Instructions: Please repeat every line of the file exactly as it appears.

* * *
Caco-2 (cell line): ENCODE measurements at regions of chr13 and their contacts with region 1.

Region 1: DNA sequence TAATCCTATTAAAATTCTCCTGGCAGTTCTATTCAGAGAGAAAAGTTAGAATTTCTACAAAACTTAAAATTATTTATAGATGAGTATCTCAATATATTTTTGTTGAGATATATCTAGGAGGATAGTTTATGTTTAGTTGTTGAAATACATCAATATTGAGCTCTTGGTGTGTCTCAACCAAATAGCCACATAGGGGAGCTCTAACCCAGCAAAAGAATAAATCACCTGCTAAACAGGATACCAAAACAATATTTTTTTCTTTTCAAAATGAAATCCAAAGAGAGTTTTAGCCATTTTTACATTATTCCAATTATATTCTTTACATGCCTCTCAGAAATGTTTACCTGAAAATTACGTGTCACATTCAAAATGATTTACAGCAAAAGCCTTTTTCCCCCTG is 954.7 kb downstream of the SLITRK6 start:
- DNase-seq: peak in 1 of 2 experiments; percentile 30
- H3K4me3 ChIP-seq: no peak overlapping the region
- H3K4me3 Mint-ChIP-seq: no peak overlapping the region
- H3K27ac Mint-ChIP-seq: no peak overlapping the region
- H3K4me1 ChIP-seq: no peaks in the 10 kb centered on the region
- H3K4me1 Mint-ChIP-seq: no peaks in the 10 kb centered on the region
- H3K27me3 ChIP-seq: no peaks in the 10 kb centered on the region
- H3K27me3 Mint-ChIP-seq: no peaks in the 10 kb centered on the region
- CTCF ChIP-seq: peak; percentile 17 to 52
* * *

Caco-2 (cell line): ENCODE measurements at regions of chr13 and their contacts with region 1.

Region 1: DNA sequence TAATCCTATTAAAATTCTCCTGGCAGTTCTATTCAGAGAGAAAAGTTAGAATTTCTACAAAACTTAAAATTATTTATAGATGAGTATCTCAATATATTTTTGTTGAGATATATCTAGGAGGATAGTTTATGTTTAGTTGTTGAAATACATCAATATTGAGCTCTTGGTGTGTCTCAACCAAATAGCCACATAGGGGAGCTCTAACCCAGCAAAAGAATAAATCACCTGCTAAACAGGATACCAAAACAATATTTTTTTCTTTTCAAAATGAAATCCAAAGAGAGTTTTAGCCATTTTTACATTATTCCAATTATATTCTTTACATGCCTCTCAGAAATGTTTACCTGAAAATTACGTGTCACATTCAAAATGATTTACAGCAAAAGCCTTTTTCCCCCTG is 954.7 kb downstream of the SLITRK6 start:
- DNase-seq: peak in 1 of 2 experiments; percentile 30
- H3K4me3 ChIP-seq: no peak overlapping the region
- H3K4me3 Mint-ChIP-seq: no peak overlapping the region
- H3K27ac Mint-ChIP-seq: no peak overlapping the region
- H3K4me1 ChIP-seq: no peaks in the 10 kb centered on the region
- H3K4me1 Mint-ChIP-seq: no peaks in the 10 kb centered on the region
- H3K27me3 ChIP-seq: no peaks in the 10 kb centered on the region
- H3K27me3 Mint-ChIP-seq: no peaks in the 10 kb centered on the region
- CTCF ChIP-seq: peak; percentile 17 to 52